My brain is convinced that not having home internet access right now is my hugest life issue. That a lot of these hard parts would be made easier with the salve of Skype conversations with loved ones, familiar entertainment, and a world of homeschooling resources at my fingertips.
But you know what? It turns out my largest perceived difficulty at present is not without its advantages.
#1. Less time lost on social media
I have What’s App and Facebook on my phone, so I’m able to message family and friends, even if we can’t have actual voice-to-voice or face-to-face conversations. (No internet also means no home phone – they come hand in hand here.) The data plan for my mobile service only allows me to check Facebook – not to actually click on any further links that require an internet connection. No videos. No articles. Even pictures are slow to load so I often don’t wait for them. Umm, wow! I get through checking Facebook a LOT faster! Even if I wanted to go down a rabbit trail, I couldn’t.
#2. Literally no distractions
Almost everyone I know in the world is asleep while I go about my day. I have a window of time when I wake up and in the evenings when I exchange live messages with people, but otherwise, no one is awake to send me messages or enticing dings and alerts. So, we have a general plan for our day…and that is exactly what we do. With time to spare. We even have time to read and play and just sit with each other. Maybe a little too much some days…but whatev. I’ve been going through this whole “Hands Free Mama” revolution and aiming to be fully present with my children instead of constantly in and out of a digital world. Well, my new life just kicked that whole endeavor up a notch.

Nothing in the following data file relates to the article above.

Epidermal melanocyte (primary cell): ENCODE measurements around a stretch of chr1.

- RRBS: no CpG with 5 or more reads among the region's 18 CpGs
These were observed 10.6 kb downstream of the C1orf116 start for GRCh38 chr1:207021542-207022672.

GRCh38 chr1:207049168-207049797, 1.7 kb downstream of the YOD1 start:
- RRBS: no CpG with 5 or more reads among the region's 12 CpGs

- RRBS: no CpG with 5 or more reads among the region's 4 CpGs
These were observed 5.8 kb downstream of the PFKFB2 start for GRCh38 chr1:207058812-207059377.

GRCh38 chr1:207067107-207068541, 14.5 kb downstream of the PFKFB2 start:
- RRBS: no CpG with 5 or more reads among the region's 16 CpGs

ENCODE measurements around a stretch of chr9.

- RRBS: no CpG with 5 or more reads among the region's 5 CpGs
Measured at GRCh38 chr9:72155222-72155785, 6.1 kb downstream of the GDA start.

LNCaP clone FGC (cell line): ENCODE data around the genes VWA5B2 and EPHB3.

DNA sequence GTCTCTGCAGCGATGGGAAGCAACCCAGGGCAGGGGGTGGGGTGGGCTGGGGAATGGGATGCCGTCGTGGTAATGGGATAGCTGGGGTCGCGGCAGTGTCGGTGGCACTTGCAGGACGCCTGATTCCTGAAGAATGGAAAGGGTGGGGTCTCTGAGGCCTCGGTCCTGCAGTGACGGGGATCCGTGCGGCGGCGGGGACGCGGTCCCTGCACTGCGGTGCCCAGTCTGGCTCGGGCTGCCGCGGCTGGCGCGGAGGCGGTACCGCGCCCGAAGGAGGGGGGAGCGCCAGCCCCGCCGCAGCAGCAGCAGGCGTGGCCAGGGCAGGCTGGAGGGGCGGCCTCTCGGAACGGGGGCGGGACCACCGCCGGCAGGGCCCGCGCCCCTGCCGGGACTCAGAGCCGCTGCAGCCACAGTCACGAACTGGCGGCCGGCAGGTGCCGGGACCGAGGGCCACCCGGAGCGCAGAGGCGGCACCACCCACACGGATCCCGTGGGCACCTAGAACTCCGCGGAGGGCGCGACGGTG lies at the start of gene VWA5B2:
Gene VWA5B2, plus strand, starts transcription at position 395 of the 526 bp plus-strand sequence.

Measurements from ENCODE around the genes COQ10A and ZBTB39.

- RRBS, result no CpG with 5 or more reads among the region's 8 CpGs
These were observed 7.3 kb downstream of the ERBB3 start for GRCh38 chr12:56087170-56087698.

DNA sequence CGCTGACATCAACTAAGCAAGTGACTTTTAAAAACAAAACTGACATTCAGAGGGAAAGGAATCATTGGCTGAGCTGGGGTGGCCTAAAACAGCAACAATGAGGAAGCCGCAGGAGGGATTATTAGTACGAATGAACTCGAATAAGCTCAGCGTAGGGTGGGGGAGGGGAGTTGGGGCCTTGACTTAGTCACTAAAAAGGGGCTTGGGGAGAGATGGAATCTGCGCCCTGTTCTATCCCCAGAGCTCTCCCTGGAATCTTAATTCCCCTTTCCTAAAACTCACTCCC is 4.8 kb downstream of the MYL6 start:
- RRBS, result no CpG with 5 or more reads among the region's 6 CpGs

#3. No guilt
My personality is such that I constantly feel like there is something else I should be doing. I should be working on this or looking into this or planning for this or calling this family member or arranging to see this friend. It’s all good stuff, but I am amazed at how freeing it feels to just know what I have in front of me right now is my only responsibility. It’s literally all I can do, and maybe all along, was all I was supposed to be doing.
#4. Reliance on new friends
We’ve met some people. Some fellow teachers and their families who we saw often in the couple of weeks we spent together in hotels. A couple of neighbors. Some people at our church. And even though new friendships are hard when you’re in the process of mourning far away, dear ones, they’re necessary. We need to put energy into forming new relationships here, both for our own enjoyment and sanity, and also because that’s why God sent us to this new land. A woman I barely know let me hang out in her flat while she was out so I could use her internet connection for planning homeschool units and checking emails. Another couple extended the use of their place to use their internet, and would like to have us for dinner while we’re at it. A fellow football-loving couple has invited us over to watch the game this weekend because they also have NFL Game Pass and the blessing of home internet. It’s forcing us out of our protective bubble of an apartment, where I might stay forever if I actually had this desired internet connection.
Hmmm. So, lack of internet. Difficult? Yes. Disadvantage?….